He tried to assure himself that it had not been stolen—that it was still somewhere beneath the floor; and he pulled up another board, to resume the search. He had scarcely done so before Edward joined him.
"What are you about, Harry?" he asked, apparently very much astonished at his chum's occupation. "Are you going to pull the house down?"
"Not exactly. You know my pill box?" replied Harry, suspending operations to watch Edward's expression when he told him of his loss.
"The one you kept your money in?"
"Yes. Well, it is gone."
"Gone!" exclaimed Edward, starting back with surprise.
"It is either lost or stolen."
"What did you do with it?"
"Put it here, under this loose board."
"It must be there now, then. I will help you find it."
Edward manifested a great deal of enthusiasm in the search. He was sure it must be where Harry had put it, or that it had rolled back out of sight; and he began tearing up the floor with a zeal that threatened the destruction of the building. But the box could not be found, and they were obliged to abandon the search.
"Too bad, Harry."
"That is a fact; I can't spare that money, anyhow. I have been a good while earning it, and it is too thundering bad to lose it."
"I don't understand it," continued Edward.
"Nor I either," replied Harry, looking his companion sharp in the eye. "No one knew I had it but you."
"Do you mean to say I stole it?" exclaimed Edward, doubling his fist, while his cheek reddened with anger.
"I don't say so."
"Humph! Well, you better not!"
"Don't get mad, Edward. I didn't mean to lay it to you."
"Didn't you?" And Edward was very glad to have the matter compromised.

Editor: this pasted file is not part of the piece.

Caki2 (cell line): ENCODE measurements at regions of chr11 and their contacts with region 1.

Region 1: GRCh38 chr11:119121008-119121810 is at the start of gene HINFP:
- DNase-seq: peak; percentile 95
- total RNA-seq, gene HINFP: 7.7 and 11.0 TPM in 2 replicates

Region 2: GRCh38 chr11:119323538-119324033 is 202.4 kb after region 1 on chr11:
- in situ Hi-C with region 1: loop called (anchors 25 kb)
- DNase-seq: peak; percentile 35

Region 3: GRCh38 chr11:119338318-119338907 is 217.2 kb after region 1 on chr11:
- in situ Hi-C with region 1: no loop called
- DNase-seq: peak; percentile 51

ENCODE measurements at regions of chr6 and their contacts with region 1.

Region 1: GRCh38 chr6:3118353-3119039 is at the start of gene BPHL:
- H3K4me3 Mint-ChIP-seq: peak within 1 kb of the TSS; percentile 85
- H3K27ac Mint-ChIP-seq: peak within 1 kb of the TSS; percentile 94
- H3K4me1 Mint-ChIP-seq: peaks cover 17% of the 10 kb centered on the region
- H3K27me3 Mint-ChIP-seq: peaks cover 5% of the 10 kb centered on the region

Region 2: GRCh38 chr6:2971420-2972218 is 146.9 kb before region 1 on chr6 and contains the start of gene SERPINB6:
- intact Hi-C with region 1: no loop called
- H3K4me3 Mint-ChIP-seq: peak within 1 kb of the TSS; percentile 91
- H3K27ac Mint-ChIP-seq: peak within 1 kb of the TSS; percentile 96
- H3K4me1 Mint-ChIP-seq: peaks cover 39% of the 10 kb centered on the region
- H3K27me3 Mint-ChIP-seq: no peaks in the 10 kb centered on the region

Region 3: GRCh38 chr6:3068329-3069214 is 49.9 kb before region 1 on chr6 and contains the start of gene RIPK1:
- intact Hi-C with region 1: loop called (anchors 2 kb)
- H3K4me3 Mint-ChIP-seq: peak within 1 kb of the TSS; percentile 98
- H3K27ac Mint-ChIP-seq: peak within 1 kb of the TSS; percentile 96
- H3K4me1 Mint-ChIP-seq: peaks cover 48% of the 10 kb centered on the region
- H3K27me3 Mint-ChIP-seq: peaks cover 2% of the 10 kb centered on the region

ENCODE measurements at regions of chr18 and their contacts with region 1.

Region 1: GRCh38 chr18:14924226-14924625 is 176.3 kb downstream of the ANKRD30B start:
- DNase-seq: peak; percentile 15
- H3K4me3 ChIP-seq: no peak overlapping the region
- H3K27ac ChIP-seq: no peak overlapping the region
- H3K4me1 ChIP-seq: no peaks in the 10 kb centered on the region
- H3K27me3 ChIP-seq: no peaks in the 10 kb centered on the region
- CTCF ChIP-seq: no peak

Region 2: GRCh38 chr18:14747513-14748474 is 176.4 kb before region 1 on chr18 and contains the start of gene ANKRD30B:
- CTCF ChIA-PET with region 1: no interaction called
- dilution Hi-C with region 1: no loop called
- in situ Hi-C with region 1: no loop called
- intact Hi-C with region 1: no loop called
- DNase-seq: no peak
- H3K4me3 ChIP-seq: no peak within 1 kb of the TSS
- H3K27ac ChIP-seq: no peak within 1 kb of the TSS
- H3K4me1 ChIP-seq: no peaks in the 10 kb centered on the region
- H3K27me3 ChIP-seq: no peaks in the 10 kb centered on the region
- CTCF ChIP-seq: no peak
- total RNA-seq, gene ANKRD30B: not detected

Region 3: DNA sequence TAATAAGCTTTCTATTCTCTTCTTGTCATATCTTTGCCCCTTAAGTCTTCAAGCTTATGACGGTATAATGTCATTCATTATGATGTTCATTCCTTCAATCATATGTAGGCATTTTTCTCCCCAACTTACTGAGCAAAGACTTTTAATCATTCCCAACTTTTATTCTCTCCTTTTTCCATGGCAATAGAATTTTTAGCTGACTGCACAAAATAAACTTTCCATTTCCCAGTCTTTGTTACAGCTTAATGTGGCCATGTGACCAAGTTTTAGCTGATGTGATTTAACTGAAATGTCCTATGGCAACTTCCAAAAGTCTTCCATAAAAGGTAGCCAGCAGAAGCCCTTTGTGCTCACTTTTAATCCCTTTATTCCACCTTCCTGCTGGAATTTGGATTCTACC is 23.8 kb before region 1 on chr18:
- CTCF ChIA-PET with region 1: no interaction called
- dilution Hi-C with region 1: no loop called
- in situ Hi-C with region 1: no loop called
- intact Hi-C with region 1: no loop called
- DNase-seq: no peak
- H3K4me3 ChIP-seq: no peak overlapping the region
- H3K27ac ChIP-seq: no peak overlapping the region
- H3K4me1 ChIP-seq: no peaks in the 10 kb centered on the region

"I did not; perhaps I spoke hastily. You know how hard I worked for this money; and it seems hard to lose it. But no matter; I will try again."
Mrs. Flint and Katy were much grieved when Harry told of his loss. They looked as though they suspected Edward, but said nothing, for it was very hard to accuse a son or a brother of such a crime.
Mrs. Flint advised Harry to put his money in the savings bank in future, promising to take care of his spare funds till they amounted to five dollars, which was then the smallest sum that would be received. It was a long time before our hero became reconciled to his loss. He had made up his mind to be a rich man; and he had carefully hoarded every cent he could spare, thus closely imitating the man who got rich by saving his fourpences.
A few days after the loss he was reading in one of Katy's Sunday school books about a miser. The wretch was held up as a warning to young folks by showing them how he starved his body and soul for the sake of gold.
"That's why I lost my money!" exclaimed Harry, as he laid the book upon the window.
"What do you mean, Harry?" asked Katy, who sat near him.
"I have been hoarding up my money just like this old man in the book."
"You are not a miser, Harry. You couldn't be mean and stingy if you tried."
"Yes, I could. I love money."
"So does everybody."
"A miser wouldn't do what you did for us, Harry," added Mrs. Flint. "We ought to be careful and saving."
"I have been thinking too much of money. After all, perhaps it was just as well that I lost that money."
"I am sorry you lost it; for I don't think there is any danger of your becoming a miser," said Katy.